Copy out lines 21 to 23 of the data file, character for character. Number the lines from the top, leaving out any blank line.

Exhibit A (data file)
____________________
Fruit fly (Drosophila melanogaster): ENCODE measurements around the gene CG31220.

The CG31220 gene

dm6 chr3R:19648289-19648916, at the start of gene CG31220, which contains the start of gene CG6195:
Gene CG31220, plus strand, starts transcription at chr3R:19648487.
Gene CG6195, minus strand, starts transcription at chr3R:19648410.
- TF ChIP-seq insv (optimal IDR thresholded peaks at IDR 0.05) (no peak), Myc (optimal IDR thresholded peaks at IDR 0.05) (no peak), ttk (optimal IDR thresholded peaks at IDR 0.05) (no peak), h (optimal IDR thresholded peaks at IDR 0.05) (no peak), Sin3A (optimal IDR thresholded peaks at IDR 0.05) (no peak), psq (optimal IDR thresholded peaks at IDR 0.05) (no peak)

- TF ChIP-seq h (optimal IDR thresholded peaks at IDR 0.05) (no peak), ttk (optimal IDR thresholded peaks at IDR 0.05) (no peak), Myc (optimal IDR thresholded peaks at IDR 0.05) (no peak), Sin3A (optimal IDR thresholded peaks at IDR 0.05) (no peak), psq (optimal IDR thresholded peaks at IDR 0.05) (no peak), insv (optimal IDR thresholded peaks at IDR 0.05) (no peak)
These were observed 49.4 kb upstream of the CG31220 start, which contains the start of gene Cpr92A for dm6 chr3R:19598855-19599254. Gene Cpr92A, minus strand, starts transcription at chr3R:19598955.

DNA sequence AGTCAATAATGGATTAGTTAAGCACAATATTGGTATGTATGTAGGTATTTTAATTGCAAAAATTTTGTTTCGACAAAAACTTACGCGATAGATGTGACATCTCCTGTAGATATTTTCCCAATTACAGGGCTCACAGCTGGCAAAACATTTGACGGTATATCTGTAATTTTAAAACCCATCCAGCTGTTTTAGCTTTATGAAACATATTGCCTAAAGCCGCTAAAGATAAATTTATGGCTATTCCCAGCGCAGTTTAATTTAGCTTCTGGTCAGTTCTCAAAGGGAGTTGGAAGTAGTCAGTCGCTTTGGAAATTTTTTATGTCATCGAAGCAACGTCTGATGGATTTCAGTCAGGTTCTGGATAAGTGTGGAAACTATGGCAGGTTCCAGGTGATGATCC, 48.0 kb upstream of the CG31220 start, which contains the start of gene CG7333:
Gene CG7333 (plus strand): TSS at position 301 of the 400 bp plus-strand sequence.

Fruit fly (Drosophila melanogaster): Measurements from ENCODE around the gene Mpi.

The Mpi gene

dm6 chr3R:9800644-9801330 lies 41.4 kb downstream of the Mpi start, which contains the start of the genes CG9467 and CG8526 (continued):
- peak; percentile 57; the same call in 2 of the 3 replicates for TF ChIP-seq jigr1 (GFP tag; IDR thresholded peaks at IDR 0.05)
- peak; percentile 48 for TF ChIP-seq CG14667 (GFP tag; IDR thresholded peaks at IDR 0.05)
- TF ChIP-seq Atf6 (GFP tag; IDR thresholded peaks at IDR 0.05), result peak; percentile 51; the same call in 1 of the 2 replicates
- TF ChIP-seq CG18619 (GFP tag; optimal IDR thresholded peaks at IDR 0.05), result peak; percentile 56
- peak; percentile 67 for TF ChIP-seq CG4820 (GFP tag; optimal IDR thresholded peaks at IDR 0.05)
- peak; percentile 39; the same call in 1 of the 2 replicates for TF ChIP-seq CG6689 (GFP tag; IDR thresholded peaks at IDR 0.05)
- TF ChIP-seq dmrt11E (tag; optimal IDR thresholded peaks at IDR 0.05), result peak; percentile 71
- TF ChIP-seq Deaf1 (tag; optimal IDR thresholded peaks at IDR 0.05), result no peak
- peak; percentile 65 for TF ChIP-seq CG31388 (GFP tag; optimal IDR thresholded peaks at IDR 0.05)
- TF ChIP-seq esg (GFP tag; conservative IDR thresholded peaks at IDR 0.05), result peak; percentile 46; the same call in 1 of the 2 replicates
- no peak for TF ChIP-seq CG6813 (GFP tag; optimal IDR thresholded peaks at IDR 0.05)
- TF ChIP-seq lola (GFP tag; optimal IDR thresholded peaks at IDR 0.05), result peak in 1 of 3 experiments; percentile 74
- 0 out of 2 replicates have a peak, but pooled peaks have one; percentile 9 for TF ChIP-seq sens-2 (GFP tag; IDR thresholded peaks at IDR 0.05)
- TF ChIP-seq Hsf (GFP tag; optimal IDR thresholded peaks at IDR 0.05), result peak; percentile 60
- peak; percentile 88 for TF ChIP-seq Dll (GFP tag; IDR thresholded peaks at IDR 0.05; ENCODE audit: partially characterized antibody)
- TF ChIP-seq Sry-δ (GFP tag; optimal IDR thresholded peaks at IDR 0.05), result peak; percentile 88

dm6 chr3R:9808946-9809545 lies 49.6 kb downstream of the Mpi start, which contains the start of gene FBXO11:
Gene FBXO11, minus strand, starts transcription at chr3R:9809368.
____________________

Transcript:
- TF ChIP-seq Deaf1 (tag; optimal IDR thresholded peaks at IDR 0.05), result no peak
- peak; percentile 65 for TF ChIP-seq CG31388 (GFP tag; optimal IDR thresholded peaks at IDR 0.05)
- TF ChIP-seq esg (GFP tag; conservative IDR thresholded peaks at IDR 0.05), result peak; percentile 46; the same call in 1 of the 2 replicates